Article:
Over the past several decades, microfinance has been viewed in somewhat idealist terms. But it has now entered the realm of an industry that embraces consumers, institutions, regulators, donors, investors, and other stakeholders. As any evolving industry, it faces new challenges that can give rise to financial crises, questionable operating practices, and control issues. As a result, experts are calling for the introduction and/or strengthening of corporate governance standards in microfinance institutions (MFIs).

What is corporate governance?

It is a system that refers to rules, people, processes and procedures of a legal business entity that govern the entity’s operations, regulations and controls. Corporate governance provides a structure that guides an organization towards achieving its goals, vision and mission, and defines the roles and relationships between management, the board, clients, and stakeholders. To that end, organizations with high corporate governance standards help protect consumers, organizations, investors, employees and the other participants.

To this end the Council of Microfinance Equity Funds – the first membership organization to bring together the leading private entities that make equity investments in microfinance institutions – has recently updated its well-known document, The Practice of Corporate Governance in Microfinance Institutions, originally draft in 2005. According to the Center for Financial Inclusion, the original document was intended for two reasons in particular: To address the lack of existing guidance designed specifically for the unique characteristics of MFIs, and to extend beyond the ultimately impractical generalizations often utilized when discussing MFI governance. The new document builds on these original issues and provides new or expanded guidance regarding legal structures, social performance management, the alignment of incentives, making responsible exits, and risk management.

The World Microfinance Forum Geneva is getting involved in the discussion as well and recently created a working group tasked with developing 10 easy-to-measure good governance metrics which can be utilized to analyze the state of the industry in this regard. The completed list was largely focused on the state of the Board of Directors, and included indicators such as the number of independent board members, the qualifications of the board members, the frequency of board meetings, the separation of the CEO and the Chairmanship, and the presence of risk management and audit functions.

The Microfinance Information Exchange (MIX) conducted a survey in 2011 to measure governance in microfinance. The survey tested a new set of governance indicators recruited a sample of 162 MFIs across 57 countries to seek out data regarding the state of governance. Among the notable results was a positive correlation between risk management functions, internal auditing, and Board committees; suggesting that good MFI governance procedures do not exist in isolation from each other. In addition, MFIs of a wide variety of sizes and in a wide variety of locations were found to have relatively independent boards. Interestingly, however, there was no correlation found between governance and financial performance, although the authors were quick to note that the small sample size and lack of historical data rendered this result far from authoritative.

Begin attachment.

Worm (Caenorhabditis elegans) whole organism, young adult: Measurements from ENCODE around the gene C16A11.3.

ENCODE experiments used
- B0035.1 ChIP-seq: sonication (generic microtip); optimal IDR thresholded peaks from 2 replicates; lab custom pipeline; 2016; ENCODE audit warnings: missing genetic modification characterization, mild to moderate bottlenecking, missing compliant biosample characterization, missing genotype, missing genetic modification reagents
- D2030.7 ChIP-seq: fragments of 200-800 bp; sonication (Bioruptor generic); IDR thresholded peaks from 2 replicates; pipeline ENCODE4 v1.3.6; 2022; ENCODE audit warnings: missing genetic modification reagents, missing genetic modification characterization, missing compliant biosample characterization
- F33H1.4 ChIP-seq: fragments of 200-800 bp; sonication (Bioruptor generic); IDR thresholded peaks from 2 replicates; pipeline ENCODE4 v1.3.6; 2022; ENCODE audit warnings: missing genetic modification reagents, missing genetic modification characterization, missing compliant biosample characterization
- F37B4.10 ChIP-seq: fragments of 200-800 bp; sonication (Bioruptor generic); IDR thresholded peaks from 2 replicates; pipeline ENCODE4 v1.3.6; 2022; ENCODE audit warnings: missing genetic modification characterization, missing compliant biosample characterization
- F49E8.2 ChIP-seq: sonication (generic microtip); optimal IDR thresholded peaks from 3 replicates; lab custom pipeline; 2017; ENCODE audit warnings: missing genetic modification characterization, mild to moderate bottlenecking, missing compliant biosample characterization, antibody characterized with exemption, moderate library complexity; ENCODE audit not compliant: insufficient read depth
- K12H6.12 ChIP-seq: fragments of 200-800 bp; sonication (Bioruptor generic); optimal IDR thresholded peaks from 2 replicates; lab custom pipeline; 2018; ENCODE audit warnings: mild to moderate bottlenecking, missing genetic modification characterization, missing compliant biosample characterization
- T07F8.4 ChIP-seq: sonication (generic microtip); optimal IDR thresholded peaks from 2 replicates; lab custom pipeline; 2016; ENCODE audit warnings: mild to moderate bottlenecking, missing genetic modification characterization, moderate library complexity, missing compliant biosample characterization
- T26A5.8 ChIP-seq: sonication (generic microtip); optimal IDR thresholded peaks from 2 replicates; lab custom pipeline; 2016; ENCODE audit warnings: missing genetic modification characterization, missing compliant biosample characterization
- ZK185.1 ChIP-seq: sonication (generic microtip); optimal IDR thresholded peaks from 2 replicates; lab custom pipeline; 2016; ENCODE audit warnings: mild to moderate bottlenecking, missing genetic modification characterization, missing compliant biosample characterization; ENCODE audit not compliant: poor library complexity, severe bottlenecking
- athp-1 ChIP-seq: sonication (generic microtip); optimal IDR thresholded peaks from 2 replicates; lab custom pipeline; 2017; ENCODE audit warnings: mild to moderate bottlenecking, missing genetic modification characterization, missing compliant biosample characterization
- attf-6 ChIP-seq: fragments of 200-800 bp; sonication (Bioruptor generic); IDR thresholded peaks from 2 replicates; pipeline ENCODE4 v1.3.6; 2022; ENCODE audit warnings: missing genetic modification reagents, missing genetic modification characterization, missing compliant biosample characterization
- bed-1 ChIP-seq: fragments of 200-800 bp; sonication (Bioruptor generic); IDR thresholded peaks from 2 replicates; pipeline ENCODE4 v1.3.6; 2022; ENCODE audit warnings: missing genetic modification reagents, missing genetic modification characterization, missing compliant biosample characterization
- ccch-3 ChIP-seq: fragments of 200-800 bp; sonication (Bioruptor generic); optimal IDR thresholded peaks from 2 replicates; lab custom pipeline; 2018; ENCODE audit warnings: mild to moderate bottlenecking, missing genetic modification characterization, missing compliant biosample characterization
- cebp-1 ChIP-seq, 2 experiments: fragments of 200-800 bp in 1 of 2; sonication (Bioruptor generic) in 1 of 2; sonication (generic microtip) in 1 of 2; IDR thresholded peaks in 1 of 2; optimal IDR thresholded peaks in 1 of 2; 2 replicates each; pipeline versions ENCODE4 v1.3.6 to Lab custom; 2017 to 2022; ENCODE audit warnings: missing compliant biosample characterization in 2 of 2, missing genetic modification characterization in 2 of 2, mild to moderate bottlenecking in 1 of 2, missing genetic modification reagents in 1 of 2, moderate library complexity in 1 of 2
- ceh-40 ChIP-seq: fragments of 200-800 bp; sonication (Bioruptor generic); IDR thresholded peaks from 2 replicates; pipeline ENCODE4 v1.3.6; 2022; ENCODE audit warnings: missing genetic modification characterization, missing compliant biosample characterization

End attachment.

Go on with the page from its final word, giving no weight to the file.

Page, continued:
The Fundacion Microfinanzas BBVA took a further step in publishing in 2011 The Universal Corporate Governance Code for Microfinance Institutions, which contains a series of good practices, standards and principles in accordance with generally accepted international standards. The publication defines good corporate governance and covers the roles and responsibilities of the board of directors, the management,

On a similar note, Philippe Serres of the Agence Francaise de Developpement (AFD), was recently interviewed by Microfinance Focus regarding an issue tied inextricably to corporate governance: how to promote financial transparency among microfinance institutions in Sub-Saharan Africa. In his interview Mr. Serres described how the AFD, the European Union, and PlaNet Finance had been working together to create a guide for transparency to be used by institutions in the region to promote financial transparency on issues such as interest rates, audits, and ratings designations, as well as how to properly interact with regulators, staff, and other parties. According to Mr. Serres the project was designed above all to help to improve the overall stability of the sector and that the tenets of the document were being further promoted by direct interactions between PlaNet Finance and numerous MFIs.

As corporate governance becomes more of a byword in the industry, and increasingly crucial to both stability and the desire for both social impact and positive returns, it is likely this discussion will become an increasingly conspicuous piece of the microfinance debate. See below for videos of experts at the World Microfinance Forum Geneva discuss these important issues.